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The Scopes Trial: Frequently Rebutted Assertions. By W. R. Elsberry.
Darrow telling Bryan, "You insult every man of science and learning in the world because he does not believe in your fool religion." Bryan's response was, "The reason I am answering is not for the benefit of the superior court. It is to keep these gentlemen from saying I was afraid to meet them and let them question me, and I want the Christian world to know that any atheist, agnostic, unbeliever, can question me anytime as to my belief in God, and I will answer him."
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Famous orator, presidential candidate, and Scopes Trial lawyer Williams Jennings Bryan visited Fullerton on May 14, 1917. Students from the high school cooking class had prepared a three-course breakfast for the famous speaker. After posing for this picture in front of the Hotel Shay (formerly the St George Hotel), Bryan addressed the high school student body.
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scopes trial - The Jury. By the terms of the statute, it could be argued, it was not illegal to teach that apes descended from protozoa, to teach the mechanisms of variation and natural selection, or to teach the prevailing scientific theories of geology or the age of the Earth. It did not even require that the Genesis story be taught. It prohibited only the teaching that man evolved, or any other theory denying that man was created by God as recorded in Genesis.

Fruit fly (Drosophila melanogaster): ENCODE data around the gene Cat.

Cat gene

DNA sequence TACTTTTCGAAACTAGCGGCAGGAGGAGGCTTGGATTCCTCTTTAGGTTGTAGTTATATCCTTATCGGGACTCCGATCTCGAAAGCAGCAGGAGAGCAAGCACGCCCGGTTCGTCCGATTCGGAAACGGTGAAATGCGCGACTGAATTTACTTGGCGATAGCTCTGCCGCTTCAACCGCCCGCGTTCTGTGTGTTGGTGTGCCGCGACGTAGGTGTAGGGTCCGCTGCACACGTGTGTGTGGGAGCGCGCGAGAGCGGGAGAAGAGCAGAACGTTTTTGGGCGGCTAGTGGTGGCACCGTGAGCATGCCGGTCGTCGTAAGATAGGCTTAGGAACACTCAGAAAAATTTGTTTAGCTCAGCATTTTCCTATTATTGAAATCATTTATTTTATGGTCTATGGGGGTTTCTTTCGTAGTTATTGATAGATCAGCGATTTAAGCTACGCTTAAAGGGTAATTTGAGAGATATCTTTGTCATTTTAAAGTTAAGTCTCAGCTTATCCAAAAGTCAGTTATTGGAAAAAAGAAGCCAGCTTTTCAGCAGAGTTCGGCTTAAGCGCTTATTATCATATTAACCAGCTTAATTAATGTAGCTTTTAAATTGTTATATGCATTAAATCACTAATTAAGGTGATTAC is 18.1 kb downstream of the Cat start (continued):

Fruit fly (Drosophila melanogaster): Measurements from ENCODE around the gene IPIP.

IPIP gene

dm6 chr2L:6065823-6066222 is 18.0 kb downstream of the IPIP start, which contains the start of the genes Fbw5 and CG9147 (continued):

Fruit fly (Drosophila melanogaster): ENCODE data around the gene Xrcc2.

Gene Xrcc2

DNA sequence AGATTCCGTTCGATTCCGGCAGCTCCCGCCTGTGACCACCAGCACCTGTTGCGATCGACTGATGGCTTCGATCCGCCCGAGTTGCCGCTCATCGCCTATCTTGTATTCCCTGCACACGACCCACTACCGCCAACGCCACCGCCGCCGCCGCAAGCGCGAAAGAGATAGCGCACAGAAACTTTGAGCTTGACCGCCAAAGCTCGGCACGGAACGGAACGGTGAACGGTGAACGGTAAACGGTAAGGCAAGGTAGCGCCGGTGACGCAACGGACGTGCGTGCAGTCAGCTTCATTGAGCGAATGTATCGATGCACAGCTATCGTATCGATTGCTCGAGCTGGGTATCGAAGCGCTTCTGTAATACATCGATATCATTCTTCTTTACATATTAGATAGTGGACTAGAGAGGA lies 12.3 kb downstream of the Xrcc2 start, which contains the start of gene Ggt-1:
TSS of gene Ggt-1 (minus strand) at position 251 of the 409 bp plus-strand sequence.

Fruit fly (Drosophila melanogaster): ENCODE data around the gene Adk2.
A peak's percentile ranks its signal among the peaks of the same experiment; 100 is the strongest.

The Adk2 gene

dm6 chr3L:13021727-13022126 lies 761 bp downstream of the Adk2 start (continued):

The trial set modernists, who said evolution was consistent with religion, against fundamentalists who said the word of God as revealed in the Bible took priority over all human knowledge. The trial was thus both a theological contest, and a trial on the veracity of modern science regarding the creation-evolution controversy.
On July 21, 1925, the ''monkey trial'' ended in Dayton, Tenn., with John T. Scopes convicted of violating state law for teaching Darwin's theory of evolution. (The conviction was later overturned.)
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The law was challenged by the ACLU in the famed Scopes Trial, in which John Scopes, a high school sports coach who occasionally acted as a substitute teacher, agreed to be arrested on a charge of having taught evolution, and was nominally served a warrant on May 5, 1925. Scopes was indicted on May 25 and ultimately convicted; on appeal the Tennessee Supreme Court found the law to be constitutional under the Tennessee State Constitution, because: